Turkish exhibit shows World War One propaganda was part of the everyday
By Ayla Jean Yackley
ISTANBUL (Reuters) - Beer mugs and embroidered handkerchiefs are among the everyday items repurposed for World War One propaganda and now on display in Istanbul, showing how the conflict 100 years ago touched ordinary peoples' lives.
"Propaganda and War: The Allied Front During the First World War" is also one of the rare centennial exhibitions organized by one of the losers of the Great War.
The show "looks at the vanquished at the onset of the war when they still hoped for victory," said Edhem Eldem, Bogazici University history professor who wrote texts for the exhibit.
"It aims to show how obscene propaganda is. Using puppies with flags in their paws for destruction is terrible."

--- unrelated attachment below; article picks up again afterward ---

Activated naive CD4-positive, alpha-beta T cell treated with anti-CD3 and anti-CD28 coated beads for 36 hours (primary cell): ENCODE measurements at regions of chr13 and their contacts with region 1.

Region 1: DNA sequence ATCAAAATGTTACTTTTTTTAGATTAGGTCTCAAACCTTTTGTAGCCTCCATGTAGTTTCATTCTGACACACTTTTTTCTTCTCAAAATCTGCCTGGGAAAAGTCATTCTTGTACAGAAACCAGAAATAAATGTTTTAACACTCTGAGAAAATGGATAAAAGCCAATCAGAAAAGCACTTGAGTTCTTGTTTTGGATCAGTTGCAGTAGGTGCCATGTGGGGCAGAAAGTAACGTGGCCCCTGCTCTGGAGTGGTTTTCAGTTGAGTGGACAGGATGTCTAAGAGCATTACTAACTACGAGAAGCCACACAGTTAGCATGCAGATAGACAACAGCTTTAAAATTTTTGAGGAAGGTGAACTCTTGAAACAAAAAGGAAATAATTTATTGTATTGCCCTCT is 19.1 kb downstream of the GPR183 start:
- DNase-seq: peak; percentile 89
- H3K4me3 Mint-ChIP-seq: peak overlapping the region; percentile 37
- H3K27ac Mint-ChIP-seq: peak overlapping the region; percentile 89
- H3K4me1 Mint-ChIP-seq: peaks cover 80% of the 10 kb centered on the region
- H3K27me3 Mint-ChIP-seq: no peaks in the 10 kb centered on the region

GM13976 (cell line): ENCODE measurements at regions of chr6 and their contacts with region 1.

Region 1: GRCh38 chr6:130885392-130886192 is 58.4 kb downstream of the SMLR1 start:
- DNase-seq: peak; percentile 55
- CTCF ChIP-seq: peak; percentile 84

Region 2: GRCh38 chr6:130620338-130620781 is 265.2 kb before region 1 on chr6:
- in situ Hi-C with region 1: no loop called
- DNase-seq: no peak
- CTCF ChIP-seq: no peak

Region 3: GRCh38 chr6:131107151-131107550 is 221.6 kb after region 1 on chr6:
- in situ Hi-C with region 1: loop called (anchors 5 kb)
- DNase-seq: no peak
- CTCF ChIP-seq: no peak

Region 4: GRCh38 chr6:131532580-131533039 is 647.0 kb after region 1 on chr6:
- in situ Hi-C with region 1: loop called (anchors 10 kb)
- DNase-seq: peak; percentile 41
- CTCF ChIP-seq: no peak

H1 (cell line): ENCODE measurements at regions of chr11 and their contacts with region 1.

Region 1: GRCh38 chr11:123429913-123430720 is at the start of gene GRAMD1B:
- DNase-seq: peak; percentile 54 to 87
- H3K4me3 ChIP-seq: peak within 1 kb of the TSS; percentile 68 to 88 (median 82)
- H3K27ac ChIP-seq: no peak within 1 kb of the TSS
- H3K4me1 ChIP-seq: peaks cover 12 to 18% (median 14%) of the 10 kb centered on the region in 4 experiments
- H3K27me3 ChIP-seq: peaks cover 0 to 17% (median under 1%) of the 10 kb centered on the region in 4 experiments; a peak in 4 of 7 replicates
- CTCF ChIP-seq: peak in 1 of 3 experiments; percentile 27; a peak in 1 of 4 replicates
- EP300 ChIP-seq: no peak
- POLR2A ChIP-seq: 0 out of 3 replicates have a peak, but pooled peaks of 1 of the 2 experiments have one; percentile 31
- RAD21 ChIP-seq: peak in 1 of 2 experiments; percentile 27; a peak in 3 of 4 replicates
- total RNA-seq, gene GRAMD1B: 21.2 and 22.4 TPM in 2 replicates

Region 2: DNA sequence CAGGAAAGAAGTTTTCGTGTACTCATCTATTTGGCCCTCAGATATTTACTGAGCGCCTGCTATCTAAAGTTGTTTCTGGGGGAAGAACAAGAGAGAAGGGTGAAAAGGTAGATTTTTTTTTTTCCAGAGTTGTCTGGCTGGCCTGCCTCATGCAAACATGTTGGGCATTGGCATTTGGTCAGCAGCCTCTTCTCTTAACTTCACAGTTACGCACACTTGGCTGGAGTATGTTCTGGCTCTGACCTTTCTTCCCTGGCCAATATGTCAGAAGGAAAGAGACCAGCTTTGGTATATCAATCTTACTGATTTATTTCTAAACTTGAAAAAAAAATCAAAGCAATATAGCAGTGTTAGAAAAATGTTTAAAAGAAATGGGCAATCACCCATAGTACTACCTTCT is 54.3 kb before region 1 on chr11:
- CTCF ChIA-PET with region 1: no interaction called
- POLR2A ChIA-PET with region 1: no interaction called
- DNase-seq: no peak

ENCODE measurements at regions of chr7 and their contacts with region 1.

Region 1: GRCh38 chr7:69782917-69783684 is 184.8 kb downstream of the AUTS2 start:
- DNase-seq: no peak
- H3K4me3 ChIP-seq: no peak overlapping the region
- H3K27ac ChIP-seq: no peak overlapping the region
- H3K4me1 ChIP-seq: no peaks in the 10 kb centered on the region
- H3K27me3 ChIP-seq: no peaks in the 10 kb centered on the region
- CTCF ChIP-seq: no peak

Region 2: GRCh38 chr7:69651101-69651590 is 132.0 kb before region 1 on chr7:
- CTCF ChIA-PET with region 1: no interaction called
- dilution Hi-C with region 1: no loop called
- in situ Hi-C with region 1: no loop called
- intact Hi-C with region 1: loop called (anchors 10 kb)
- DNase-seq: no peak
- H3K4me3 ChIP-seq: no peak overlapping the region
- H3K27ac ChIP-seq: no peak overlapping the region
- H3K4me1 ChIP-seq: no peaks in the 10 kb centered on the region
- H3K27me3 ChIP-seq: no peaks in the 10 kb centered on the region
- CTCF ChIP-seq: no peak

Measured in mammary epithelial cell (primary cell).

The Turkish Ottoman Empire joined what initially was a European War in the belief German military might guaranteed victory, giving it a chance to regain territory recently lost in north Africa and the Balkans.
Instead, defeat was crushing, bringing the curtains down on the Ottoman era after seven centuries of rule over swathes of territory. Sources say close to 5 million Ottoman troops and civilians perished. In total, the war claimed 16 million lives.
In the heady early days of war, every imaginable medium could be employed to carry messages of strength to a disparate cultural, ethnic and religious coalition, which combined the Germans, Ottomans, Austro-Hungarians and Kingdom of Bulgaria.
Earthenware with the leaders of the four so-called Central Powers surrounded by garlands and inscribed with the German legend "Aus Grosser Zeit" ("Of Great Times") are among the objects from a private Turkish collection. Continued...